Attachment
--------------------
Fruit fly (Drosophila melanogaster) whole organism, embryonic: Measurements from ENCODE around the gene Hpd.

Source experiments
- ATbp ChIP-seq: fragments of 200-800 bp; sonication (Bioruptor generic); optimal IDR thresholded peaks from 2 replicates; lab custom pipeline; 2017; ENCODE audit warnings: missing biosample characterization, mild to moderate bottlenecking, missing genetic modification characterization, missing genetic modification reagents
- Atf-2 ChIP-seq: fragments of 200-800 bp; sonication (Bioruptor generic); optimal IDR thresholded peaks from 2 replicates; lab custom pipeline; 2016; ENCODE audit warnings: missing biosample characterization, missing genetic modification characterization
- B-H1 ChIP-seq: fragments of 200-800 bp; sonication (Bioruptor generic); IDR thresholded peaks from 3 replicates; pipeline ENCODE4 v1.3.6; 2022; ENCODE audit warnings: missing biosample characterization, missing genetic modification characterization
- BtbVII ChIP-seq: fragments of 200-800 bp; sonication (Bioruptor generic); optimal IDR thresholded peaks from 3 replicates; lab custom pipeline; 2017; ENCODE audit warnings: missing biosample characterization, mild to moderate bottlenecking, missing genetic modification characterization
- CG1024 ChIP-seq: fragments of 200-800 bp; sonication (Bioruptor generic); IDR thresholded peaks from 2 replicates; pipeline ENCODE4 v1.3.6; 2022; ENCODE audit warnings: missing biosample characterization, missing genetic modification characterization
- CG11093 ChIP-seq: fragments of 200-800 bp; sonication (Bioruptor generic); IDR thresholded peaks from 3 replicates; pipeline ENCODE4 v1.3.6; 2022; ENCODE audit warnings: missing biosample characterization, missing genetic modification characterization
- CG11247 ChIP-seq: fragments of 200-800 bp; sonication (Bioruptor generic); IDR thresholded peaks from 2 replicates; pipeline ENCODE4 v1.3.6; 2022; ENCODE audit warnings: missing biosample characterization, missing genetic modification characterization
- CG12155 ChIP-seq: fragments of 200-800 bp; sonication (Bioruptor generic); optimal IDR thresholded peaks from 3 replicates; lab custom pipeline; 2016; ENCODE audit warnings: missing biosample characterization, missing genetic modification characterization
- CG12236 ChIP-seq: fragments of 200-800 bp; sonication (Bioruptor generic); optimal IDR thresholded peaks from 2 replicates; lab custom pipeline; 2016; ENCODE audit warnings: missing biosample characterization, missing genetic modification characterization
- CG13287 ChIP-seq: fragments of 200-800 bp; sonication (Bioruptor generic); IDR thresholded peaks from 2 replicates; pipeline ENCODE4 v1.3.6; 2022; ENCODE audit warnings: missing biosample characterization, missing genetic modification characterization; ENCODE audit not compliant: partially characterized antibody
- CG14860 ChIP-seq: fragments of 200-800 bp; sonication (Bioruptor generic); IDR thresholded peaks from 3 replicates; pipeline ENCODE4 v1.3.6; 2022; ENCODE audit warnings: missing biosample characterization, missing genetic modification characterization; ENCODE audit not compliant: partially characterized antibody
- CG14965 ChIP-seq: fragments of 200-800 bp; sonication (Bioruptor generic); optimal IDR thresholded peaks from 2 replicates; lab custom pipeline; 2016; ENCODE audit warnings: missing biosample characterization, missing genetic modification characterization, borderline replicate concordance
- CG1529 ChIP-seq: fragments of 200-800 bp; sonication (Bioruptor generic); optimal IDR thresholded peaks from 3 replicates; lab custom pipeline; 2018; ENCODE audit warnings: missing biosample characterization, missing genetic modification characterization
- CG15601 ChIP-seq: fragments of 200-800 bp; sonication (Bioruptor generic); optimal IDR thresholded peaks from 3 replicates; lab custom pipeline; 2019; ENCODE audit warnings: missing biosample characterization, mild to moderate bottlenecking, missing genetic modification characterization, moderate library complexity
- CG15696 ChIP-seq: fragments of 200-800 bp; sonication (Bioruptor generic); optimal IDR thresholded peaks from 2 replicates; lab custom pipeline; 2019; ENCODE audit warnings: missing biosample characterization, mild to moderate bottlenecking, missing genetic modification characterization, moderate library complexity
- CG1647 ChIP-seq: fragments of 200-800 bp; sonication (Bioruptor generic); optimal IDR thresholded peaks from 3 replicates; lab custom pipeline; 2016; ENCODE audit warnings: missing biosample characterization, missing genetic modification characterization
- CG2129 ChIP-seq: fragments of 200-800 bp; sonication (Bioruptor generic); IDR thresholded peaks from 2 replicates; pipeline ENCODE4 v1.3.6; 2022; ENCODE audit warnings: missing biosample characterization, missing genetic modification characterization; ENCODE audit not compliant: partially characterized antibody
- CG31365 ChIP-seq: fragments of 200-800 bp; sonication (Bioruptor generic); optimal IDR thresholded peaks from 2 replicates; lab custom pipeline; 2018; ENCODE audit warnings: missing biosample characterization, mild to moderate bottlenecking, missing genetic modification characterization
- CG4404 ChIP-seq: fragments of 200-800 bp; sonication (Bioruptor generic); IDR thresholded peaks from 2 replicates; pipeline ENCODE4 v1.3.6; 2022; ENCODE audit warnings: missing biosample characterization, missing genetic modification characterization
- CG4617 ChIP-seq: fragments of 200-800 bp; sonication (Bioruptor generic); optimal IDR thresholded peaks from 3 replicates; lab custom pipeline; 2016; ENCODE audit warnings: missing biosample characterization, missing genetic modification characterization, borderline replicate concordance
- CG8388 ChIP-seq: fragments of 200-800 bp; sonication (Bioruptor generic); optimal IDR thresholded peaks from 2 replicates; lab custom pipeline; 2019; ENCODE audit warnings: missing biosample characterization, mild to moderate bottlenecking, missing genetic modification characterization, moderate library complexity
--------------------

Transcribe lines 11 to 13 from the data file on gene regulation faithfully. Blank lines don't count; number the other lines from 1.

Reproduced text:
- CG12236 ChIP-seq: fragments of 200-800 bp; sonication (Bioruptor generic); optimal IDR thresholded peaks from 2 replicates; lab custom pipeline; 2016; ENCODE audit warnings: missing biosample characterization, missing genetic modification characterization
- CG13287 ChIP-seq: fragments of 200-800 bp; sonication (Bioruptor generic); IDR thresholded peaks from 2 replicates; pipeline ENCODE4 v1.3.6; 2022; ENCODE audit warnings: missing biosample characterization, missing genetic modification characterization; ENCODE audit not compliant: partially characterized antibody
- CG14860 ChIP-seq: fragments of 200-800 bp; sonication (Bioruptor generic); IDR thresholded peaks from 3 replicates; pipeline ENCODE4 v1.3.6; 2022; ENCODE audit warnings: missing biosample characterization, missing genetic modification characterization; ENCODE audit not compliant: partially characterized antibody